Tuesday, August 23, 2011

Crosby’s Return Tempered By Marc Savard’s Situation

By Mike Chen

A few weeks ago, the rumor mill churned with the idea that Sidney Crosby might not be ready for Pittsburgh Penguins training camp.

You remember Sidney Crosby, right? Stanley Cup Champion, Hart Trophy winner, captain of the Penguins, and quite possibly the best player on the planet? The same guy who was on a career pace for points and goals when two knocks to the head put him on injured reserve for the latter half of the 2010-11 season.

The good news is that Crosby is doing his regular summer training routine. The iffy news is that he hasn't been cleared for contact drills yet. Whether that's a function of it being August or doctor's precautions, we really don't know. All we can tell is this: Crosby's better than he was six months ago, though he may not be 100%.

So, will he or won't he be back in time for training camp? The most sensible answer to that question is this: it doesn't matter, he should be ready whenever doctors tell him he's ready. We've seen the devastating effects of concussions on athletes that come back too soon, both in the short term and the long term. Marc Savard has unfortunately become the poster-child for concussion issues. Savard rushed back before he was ready, then had two stints of fairly ineffective play. Since then, he's been on the shelf battling the symptoms of post-concussion syndrome: dizziness, depression, memory problems, and more. Ask Savard and he'll say he came back too early, that his body wasn't physically ready for another big hit.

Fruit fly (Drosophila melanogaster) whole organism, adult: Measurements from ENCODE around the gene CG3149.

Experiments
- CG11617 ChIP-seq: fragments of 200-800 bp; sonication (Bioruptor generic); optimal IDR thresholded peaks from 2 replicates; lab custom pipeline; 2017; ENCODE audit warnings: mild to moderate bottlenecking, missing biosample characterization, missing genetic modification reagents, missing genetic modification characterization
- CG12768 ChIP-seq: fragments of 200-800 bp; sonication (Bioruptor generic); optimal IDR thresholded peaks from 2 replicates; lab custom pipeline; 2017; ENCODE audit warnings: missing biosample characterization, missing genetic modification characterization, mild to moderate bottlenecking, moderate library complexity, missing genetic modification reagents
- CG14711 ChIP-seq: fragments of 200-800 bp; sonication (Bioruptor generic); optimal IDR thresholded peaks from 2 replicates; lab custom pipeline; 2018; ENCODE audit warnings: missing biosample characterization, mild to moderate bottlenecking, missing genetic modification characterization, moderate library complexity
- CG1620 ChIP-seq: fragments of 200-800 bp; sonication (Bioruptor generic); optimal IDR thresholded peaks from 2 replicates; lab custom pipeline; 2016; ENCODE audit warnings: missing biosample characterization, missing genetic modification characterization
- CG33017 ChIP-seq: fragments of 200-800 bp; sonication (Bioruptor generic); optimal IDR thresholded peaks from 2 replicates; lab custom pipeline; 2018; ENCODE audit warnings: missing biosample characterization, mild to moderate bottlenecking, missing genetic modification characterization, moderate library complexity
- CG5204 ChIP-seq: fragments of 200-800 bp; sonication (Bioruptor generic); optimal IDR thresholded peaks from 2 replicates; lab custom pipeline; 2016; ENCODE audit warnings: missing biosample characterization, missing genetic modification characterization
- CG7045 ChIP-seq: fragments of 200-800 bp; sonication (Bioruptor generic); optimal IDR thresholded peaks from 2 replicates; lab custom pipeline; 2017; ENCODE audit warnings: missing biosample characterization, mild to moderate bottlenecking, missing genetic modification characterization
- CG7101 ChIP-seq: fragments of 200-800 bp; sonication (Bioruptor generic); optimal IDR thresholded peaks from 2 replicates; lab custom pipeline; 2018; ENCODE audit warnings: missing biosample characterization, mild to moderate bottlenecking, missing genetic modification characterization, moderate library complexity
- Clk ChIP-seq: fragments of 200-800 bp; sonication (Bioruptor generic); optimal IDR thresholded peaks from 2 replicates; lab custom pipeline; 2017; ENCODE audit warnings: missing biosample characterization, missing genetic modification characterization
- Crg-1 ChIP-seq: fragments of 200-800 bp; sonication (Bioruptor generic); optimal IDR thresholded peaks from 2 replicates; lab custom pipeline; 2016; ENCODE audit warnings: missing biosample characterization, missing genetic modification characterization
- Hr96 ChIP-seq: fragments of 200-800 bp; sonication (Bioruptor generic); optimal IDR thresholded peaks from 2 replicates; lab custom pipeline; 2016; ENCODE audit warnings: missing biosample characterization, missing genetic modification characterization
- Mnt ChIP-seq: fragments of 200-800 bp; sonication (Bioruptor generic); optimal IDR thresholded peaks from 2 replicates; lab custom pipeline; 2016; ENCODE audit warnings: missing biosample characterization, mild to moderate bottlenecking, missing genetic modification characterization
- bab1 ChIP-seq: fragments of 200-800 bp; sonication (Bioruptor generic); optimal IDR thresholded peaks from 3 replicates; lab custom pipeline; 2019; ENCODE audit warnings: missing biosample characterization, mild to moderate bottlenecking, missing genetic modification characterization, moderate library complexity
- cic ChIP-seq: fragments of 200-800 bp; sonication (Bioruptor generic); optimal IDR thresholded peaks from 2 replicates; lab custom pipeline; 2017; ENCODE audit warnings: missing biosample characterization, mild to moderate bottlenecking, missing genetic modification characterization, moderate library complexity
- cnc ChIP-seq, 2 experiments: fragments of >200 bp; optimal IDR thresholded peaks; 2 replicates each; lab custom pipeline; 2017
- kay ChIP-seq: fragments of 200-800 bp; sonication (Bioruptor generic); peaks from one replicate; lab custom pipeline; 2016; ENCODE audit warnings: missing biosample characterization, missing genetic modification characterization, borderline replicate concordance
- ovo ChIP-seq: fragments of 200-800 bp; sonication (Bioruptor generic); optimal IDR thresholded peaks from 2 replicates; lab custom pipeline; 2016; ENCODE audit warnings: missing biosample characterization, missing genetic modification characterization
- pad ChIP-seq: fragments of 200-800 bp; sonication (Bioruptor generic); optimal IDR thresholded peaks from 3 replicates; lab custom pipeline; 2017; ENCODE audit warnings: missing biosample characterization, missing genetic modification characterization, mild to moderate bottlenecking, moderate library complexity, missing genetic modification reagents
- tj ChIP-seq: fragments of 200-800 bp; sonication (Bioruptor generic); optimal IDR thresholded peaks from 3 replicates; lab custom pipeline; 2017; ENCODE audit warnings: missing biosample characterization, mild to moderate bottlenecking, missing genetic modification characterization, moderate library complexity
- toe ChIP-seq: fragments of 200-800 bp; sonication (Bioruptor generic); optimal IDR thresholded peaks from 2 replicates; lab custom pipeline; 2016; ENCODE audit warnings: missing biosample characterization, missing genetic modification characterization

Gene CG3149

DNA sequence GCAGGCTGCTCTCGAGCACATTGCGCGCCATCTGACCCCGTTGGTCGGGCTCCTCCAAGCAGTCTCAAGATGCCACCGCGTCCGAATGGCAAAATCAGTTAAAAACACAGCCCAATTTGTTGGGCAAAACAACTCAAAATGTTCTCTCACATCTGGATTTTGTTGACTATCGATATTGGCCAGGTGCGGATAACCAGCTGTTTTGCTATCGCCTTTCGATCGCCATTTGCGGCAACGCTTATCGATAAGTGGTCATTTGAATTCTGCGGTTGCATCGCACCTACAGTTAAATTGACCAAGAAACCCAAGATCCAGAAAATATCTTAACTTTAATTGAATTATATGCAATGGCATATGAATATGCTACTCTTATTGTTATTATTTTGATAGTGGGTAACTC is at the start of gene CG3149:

It's the type of cautionary tale that has defined this summer for Crosby. The training is there, and if he's like other concussion victims, there's a good chance that Crosby will be strengthening his neck and core in particular to prevent the whiplash effect upon impact — one common way to get a concussion. But in terms of jumping on the ice, taking hits, driving the net, and grinding in the corners, the questions are still there.

No one has stated in particular that Crosby won't be ready for training camp and the pre-season. It's just that they haven't confirmed that he will be there, which, of course, makes the rumor mill run rampant otherwise. While Penguins fans are anxious to see their captain return, there's no point in rushing him just to meet the milestone of Game 1. Marc Savard is evidence of that.

Instead, as frustrating as it is, this should be dictated by doctors, not by coaches, GMs, or Crosby's own competitive drive. The goal is to think big picture – perhaps another one, two, or three months means that Crosby will have a healthy trip through the rest of his career because he took the appropriate steps to recovery. You can bet that Savard, the Boston Bruins, Savard's friends and family, all of them wished he didn't rush to return. All that's done is put him into a more vulnerable position. Could an additional three or six months of rehab, conditioning, and recovery had given Savard the necessary shields for a safer career? No one knows, but one has to think that it wouldn't hurt.

If doctors clear Crosby for training camp contact, then all the more power to him. But you can bet that everyone involved understands that this isn't just another player; this is the face of the franchise and the league's marketing initiative. A few months of safety is acceptable if the result is good health for years to come.

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